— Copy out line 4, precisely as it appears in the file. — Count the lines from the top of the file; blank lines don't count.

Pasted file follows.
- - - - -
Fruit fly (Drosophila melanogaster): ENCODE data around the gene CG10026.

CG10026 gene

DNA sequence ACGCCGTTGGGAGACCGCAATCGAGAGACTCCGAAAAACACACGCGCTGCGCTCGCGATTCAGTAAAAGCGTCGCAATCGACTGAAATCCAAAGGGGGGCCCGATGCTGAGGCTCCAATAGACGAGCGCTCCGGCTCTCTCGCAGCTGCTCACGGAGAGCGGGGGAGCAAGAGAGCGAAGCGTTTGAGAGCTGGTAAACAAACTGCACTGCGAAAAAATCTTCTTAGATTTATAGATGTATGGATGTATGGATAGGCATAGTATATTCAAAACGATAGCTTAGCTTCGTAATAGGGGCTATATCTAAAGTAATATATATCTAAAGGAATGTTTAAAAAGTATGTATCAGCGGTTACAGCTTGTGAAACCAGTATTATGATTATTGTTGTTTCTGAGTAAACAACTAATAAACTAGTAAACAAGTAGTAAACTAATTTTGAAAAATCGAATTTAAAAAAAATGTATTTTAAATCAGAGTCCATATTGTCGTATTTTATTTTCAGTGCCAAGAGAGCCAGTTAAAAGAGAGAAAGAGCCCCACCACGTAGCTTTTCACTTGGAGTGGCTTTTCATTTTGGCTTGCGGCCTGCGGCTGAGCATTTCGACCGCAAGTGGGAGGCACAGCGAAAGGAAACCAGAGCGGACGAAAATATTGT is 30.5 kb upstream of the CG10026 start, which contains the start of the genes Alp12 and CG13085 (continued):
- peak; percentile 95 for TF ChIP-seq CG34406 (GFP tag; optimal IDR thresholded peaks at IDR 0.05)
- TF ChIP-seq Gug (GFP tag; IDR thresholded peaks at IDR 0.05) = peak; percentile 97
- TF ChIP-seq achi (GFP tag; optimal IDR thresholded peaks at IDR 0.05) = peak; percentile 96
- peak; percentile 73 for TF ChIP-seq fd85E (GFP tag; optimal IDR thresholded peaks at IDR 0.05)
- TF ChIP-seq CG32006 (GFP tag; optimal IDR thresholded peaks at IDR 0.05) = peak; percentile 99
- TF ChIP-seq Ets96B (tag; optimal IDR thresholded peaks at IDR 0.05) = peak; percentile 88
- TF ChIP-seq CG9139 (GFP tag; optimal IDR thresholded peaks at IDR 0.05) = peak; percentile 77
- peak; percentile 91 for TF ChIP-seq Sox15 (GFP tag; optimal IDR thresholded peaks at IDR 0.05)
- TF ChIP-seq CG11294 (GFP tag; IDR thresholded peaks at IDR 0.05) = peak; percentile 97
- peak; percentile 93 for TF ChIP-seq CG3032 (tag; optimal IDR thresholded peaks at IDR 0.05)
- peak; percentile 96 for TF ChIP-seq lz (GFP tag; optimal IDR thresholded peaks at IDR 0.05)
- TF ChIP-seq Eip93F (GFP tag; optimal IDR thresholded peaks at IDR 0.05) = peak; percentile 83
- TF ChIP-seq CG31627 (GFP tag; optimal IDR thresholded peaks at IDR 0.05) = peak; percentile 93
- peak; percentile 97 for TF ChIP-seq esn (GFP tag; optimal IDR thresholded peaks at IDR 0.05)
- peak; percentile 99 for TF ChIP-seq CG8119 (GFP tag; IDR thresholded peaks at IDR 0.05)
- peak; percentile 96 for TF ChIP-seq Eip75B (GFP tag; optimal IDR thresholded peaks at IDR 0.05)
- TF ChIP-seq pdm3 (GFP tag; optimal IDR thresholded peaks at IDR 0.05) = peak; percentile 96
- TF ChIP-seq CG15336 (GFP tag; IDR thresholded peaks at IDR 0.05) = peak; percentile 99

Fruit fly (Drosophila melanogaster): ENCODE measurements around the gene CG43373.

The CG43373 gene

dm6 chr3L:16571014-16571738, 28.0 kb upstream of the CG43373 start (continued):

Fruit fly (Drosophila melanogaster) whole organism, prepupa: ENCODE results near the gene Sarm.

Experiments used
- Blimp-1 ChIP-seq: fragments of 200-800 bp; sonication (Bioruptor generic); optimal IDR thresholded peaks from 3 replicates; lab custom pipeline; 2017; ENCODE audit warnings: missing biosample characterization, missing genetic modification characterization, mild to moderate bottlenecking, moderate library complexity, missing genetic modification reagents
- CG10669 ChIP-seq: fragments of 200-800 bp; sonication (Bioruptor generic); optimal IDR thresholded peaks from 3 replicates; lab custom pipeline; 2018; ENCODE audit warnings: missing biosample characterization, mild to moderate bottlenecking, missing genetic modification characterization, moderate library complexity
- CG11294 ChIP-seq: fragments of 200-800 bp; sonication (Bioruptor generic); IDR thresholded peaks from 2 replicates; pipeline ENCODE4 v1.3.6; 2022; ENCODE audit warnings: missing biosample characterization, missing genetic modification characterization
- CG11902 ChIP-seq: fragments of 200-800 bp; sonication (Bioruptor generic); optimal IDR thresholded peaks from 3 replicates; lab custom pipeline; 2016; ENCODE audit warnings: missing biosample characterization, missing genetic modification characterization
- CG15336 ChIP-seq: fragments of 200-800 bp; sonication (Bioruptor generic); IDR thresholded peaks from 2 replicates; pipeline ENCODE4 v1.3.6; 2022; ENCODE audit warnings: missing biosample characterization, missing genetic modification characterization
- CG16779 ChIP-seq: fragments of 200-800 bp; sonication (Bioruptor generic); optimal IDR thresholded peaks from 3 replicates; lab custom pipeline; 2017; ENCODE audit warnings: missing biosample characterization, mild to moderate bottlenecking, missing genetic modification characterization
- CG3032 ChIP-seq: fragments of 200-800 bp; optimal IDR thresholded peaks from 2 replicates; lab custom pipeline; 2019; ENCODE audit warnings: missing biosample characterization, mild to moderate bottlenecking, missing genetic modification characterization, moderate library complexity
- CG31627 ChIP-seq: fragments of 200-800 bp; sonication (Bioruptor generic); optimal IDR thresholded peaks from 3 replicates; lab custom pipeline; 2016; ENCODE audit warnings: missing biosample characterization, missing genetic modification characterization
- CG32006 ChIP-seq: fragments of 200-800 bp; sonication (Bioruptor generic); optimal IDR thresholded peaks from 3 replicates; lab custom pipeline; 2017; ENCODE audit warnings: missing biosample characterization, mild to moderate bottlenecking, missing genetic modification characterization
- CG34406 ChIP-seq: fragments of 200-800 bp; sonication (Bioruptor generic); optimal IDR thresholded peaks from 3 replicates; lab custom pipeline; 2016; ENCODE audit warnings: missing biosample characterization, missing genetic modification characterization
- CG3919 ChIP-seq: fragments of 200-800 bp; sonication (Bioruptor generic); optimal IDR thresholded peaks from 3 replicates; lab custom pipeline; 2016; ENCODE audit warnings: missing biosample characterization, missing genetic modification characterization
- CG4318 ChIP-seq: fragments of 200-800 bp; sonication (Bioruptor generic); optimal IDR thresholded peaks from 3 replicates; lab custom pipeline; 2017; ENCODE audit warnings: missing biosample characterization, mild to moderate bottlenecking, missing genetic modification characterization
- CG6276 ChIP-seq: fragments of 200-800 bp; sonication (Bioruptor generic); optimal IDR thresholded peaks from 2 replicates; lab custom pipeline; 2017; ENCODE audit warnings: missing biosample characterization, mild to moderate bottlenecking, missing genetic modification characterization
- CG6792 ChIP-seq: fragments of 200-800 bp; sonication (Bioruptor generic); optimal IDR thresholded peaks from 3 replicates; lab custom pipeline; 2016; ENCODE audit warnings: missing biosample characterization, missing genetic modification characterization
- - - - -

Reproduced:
- peak; percentile 95 for TF ChIP-seq CG34406 (GFP tag; optimal IDR thresholded peaks at IDR 0.05)